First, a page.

Do you have any advice for Aboriginal students who are trying to make friends and feel connected on campus?
I know how difficult it can be attending an institution like UBC for the first time especially if, like me, you come from a much smaller place. My advice for other Indigenous students would be to try getting involved. It doesn’t necessarily have to be at the Long House, although it’s a good place to start, there are also hundreds of clubs and organizations on campus that have created their own smaller communities and safe spaces. It’s one of the easiest ways to meet like-minded people and to make friends. I think that this is really important, otherwise you can find yourself getting swept up in the massive crowds or being crushed under all the pressure. Also, I would recommend being open minded. I came to UBC being so focused on doing one thing, but now I’m in a degree that I didn’t even know existed before coming here. Ultimately, I think that granting yourself the freedom to try new things and finding the courage to expand your views on what you thought was possible, is key to making the most of your time in university.
Who/what has inspired you lately?
This summer, working with other young Indigenous filmmakers on their projects has been such an inspiring experience for me. Seeing the impact that their work has had and the passion with which they are chasing their dreams is something that drives me to work harder on my own endeavours. Similarly, being a part of the Indigenous Collective here at UBC and taking part in producing our show every week has been so rewarding because I get to see first hand the incredible work being done by Indigenous peoples all across turtle island. Hearing their stories and seeing how this can work to empower other Indigenous peoples, inspires me every day.
Salia Joseph is from the Sḵwx̱wú7mesh Nation and grew up on Vancouver Island. She recently graduated from First Nations and Indigenous Studies (FNIS) in 2016. She is a community organizer and facilitator interested in Indigenous rights, culture and politics and passionate about youth and women advocacy work. Read more to find out what Salia is doing now and why she chose this path.
You’ve recently graduated from FNIS! How does it feel to be done and what are you doing now?
I graduated in the spring of 2016, after 4 years in the program. It changed my life in many ways and I am deeply grateful to the faculty for that. There is a lot that I miss about being in those classes with my classmates and learning with and from each other. However, by the end of the program, the call to be working for and with, my nation was as strong as ever. FNIS gave me lots of the language to articulate just how important community based work and grassroots activism is.
Now I am working for my community, the Squamish Nation, in the culture and education department. My supervisor is Joy Joseph-McCullough who is very active in cultural revitalization work and the spread of culture to our community, particularly the youth. I have so much to learn from her and am thrilled to work for her doing a variety of different projects such as tribal canoe journeys, culture camps, indigenous plant medicine garden, and facilitating weaving workshops.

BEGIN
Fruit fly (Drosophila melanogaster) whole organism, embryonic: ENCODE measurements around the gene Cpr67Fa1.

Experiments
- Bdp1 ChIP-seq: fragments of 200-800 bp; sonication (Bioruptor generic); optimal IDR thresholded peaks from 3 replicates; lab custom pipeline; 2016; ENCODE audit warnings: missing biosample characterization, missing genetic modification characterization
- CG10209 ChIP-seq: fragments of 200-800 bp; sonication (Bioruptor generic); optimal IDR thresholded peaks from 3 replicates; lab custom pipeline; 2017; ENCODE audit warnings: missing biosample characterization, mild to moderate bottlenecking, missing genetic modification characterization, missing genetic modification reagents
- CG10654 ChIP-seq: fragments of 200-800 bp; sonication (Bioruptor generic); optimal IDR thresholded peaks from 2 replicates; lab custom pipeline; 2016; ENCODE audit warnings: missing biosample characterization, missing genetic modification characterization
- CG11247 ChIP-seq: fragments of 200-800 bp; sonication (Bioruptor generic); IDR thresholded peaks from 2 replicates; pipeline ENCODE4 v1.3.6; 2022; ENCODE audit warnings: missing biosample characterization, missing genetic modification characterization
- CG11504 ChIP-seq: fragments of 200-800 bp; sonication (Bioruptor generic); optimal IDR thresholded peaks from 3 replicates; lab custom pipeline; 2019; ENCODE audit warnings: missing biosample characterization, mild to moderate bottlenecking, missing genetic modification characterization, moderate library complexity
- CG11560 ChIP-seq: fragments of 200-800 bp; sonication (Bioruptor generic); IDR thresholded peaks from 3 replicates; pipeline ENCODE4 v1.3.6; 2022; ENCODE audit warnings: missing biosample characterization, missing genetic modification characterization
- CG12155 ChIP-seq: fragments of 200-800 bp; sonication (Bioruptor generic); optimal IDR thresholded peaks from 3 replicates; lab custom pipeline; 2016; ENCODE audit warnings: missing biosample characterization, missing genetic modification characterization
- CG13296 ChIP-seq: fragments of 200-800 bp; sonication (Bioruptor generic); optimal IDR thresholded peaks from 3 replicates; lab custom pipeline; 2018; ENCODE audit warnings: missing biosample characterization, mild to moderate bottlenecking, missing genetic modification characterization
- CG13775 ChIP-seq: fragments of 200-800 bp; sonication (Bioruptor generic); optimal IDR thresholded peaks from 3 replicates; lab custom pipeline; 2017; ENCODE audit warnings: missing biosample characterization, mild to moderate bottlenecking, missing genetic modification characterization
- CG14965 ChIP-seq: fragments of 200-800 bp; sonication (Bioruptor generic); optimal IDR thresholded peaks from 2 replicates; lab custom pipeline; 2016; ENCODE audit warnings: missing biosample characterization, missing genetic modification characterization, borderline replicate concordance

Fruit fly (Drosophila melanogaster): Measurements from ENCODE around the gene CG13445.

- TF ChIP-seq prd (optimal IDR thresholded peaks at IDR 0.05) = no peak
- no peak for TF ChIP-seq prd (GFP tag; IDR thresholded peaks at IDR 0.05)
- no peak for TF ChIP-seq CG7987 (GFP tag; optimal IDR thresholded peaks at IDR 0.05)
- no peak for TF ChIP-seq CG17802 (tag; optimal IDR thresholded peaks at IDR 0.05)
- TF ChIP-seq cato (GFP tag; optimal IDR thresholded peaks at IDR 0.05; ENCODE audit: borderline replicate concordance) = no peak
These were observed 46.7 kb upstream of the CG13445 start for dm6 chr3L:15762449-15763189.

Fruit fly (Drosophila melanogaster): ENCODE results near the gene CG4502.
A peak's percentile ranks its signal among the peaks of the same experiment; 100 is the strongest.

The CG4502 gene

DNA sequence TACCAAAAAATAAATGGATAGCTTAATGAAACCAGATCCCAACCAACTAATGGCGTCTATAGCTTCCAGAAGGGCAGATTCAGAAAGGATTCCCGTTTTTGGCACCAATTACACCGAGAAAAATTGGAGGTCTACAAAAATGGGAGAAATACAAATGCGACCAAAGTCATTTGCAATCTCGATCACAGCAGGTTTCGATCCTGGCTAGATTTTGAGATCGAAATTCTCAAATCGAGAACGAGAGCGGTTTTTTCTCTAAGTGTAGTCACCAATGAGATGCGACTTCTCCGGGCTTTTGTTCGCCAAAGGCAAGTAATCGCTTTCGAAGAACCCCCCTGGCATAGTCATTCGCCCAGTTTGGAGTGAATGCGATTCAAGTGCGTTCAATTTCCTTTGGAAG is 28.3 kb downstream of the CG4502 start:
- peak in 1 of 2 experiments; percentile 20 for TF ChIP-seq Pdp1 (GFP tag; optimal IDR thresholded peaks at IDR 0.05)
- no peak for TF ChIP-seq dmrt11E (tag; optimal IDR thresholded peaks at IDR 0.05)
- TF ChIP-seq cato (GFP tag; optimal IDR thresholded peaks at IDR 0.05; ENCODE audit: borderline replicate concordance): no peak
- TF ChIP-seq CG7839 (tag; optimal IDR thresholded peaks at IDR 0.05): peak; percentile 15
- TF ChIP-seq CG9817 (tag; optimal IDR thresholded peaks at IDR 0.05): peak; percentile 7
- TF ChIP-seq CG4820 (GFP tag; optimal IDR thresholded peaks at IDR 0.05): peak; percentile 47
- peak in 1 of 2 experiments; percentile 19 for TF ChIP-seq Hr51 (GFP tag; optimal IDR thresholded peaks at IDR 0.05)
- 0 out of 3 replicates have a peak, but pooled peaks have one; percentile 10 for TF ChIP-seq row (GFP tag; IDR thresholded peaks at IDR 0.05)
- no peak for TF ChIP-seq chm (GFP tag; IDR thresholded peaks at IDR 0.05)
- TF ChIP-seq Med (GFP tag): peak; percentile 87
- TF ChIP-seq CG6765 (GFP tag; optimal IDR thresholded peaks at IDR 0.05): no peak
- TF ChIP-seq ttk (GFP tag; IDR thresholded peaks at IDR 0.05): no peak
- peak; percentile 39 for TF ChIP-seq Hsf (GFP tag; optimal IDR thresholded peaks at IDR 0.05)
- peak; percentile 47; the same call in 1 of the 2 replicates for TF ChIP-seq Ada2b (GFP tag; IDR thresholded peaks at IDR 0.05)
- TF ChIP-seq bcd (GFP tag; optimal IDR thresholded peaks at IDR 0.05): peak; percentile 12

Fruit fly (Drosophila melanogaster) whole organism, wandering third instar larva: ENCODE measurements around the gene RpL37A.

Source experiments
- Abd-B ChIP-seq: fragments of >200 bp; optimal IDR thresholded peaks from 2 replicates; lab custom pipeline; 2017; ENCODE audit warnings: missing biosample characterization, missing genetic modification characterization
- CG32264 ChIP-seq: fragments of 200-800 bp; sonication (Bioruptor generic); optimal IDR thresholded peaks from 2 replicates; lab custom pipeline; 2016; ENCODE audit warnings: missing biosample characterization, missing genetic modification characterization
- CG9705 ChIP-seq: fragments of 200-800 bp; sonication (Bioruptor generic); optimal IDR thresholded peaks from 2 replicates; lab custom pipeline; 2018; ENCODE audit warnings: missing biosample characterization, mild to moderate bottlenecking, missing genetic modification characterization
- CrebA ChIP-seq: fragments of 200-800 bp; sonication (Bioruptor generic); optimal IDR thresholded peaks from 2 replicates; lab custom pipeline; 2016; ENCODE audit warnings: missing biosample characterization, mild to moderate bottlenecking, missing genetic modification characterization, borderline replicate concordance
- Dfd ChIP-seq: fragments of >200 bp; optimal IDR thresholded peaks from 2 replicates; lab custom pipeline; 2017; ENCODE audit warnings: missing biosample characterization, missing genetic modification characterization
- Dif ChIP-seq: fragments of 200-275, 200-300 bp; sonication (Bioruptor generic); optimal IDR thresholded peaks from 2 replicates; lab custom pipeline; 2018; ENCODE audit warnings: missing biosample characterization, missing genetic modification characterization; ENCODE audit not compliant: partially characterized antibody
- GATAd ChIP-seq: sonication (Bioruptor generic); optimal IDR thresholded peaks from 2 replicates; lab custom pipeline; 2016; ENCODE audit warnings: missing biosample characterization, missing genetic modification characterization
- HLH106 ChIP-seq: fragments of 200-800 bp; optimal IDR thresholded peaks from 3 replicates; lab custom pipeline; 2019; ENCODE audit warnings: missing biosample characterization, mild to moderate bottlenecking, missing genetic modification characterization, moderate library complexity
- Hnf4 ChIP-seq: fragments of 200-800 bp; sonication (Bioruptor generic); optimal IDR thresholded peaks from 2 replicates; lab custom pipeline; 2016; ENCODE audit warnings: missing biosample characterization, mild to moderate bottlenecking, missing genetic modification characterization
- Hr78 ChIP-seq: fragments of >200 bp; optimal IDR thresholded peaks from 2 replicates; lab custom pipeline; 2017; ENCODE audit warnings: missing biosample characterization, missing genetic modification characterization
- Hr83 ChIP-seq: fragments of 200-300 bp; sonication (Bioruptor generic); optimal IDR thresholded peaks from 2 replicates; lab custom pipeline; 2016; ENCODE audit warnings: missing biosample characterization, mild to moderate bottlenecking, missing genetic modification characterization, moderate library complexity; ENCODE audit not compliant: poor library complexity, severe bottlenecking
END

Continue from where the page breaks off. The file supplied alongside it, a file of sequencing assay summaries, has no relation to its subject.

I heard you are starting the Temstl’i7 ta Sníchim program in the fall, why did you choose to take the Squamish Language program? Could you elaborate on why learning the language is so important to you and your community?
As I think about my future, the future of my family, my community, it continually comes back to language. Our language was so nearly stolen from us and I want to be a part of the growing number of nation members who are fighting to keep it in our community. I want to understand my elders in their own tongue, I want to sit with them and have them know that their fight for their culture and who we are as Sḵwx̱wú7mesh peoples was worth it all. I want to know what is being said during ceremony, to be able to listen to our leaders speak to our family, and know what is being asked of us. I want to pray to my ancestors in their own language so they really hear us, and can feel the sounds of their words in their hearts.
What is one thing you know now, that you didn’t know when you started at UBC?
Oh, that’s a tough one. Ha. I think the healing that comes as a result of this type of learning has been the most significant for me as it gave me context to understand why things are the way they are, it gave me language for the injustice and grief I see in my family and community, but most importantly it gave me the tools to fully understand and appreciate the strength and resistance that I see all around me.
How did your undergrad experience prepare you for life after graduation?
It helped carve out my personal, professional, and cultural trajectory. It introduced me to friends that I will keep close forever.
Who inspires you?
Do you have any advice for current and new Aboriginal students?
Check out the longhouse and go to the Tuesday lunches. Remember, we come from intelligent peoples and our ancestors are so proud of us.
ASA Tip: If you’re interested in learning a First Nations language, as well as methodology on language documentation, conservation and revitalization, check out UBC’s First Nations and Endangered Languages Program here.